Pork Rib Roast makes a show-stopping centerpiece for an elegant dinner. It is also referred to as rack of pork or center-cut pork loin or pork crown roast if tied in a circle. The cut originates in the rib area of the loin, so it contains a little extra fat adding flavor.
Berkshire is a breed of pig. Its pork is prized for juiciness, flavor and tenderness, being pink-hued and heavily marbled. Its high fat content makes it suitable for long cooking and high-temperature cooking so ask your butcher if he can get Berkshire pork and before roasting the pork rib roast, it should be “Frenched.” Simply cut the meat away from the end of each rib, so that end of each bone is exposed so ask your butcher to do this for you.
Roasting is a method of cooking pork in the oven in an uncovered pan. A roast with a bone in it will cook faster than a boneless roast because the bone will conduct heat faster than the meat. For a crisp surface on your roast, be sure the oven is preheated before placing the roast in and do not cover the meat. When using a meat thermometer to check for doneness, be sure that the stem is not touching a bone because this can result in a false reading. Do not use sharp utensils that may pierce the meat when trying to turn it because piercing allows valuable juices to escape. Use other utensils, such as wooden spoons and spatulas for turning the meat. Using the drippings from the roasted meat will provide great flavor when making a stock, gravy or sauce.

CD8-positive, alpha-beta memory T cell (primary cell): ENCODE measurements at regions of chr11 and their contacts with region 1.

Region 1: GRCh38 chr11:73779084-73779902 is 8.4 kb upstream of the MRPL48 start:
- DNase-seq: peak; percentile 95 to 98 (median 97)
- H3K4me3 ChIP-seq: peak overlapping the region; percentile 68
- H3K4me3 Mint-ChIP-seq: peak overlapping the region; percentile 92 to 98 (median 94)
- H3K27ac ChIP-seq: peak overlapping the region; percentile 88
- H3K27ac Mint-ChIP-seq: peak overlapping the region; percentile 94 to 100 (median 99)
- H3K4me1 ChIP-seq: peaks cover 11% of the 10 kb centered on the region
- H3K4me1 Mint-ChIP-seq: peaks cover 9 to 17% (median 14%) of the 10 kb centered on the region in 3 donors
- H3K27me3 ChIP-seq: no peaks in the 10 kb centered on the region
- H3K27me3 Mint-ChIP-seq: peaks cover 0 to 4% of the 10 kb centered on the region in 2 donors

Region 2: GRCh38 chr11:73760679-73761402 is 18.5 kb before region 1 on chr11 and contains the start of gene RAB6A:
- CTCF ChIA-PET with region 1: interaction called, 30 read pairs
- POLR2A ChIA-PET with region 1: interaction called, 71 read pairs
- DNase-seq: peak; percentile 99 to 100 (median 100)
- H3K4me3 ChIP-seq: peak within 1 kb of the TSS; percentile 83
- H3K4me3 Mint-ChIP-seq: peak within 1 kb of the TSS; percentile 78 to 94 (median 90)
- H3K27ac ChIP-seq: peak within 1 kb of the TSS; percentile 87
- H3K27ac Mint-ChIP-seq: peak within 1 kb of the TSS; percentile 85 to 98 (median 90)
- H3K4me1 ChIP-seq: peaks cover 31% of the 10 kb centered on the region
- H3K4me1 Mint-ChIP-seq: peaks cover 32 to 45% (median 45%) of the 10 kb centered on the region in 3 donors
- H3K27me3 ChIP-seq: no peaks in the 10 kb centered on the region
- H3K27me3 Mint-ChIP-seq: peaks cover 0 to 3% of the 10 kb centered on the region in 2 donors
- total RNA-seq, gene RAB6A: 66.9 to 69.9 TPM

A quick curing penetrates and seals the meat with whatever herbs and spices you add, in this case, pepper and herbes de Provence. The salt is perfect for sealing in the juices, adding to the incredible flavor.
Rinse and pat dry the rack of pork and place in a baking dish. Combine salt, sugar, pepper, and herbs in a bowl. Rub liberally onto the pork and place in the refrigerator for a half hour. Then turn the pork over and let sit for another half hour.
Center a roasting rack in the oven and preheat to 475 degrees. Thoroughly rinse the pork with lukewarm water (to wash away excess salt) and pat dry with paper towels. Set the meat on roasting rack. To protect the bone ends from burning, wrap about two inches of each end with folded-over tinfoil, lightly brusing the inside with olive oil.
Give the pork a good brush of olive oil and a healthy grinding of fresh black pepper and sea salt. Roast in the preheated oven at 475 degrees for ten minutes then lower the heat to 275 degrees. Cook the roast until an instant-read meat thermometer inserted into the deepest part of the roast reads 140, about 20 minutes per pound.
Remove pork from oven. Do not slice! Allow meat to rest for 20 to 30 minutes. Transfer to cutting board and carve into double-chop portions to serve 4 (or single portions to serve 8)
While waiting for the meat to rest splash a little Williamson Cabernet Sauvignon into the roasting pan, together with a splash of chicken or vegetable broth and deglaze the pan. Reduce the liquid to the consistency of light maple syrup and drizzle over the double-chop portions on the plate.
For accompanying side dishes see our recipes for:
Side – Oven Roasted Potatoes
Side - Oven Roasted Butternut Squash
Side – Oven Roasted Carrots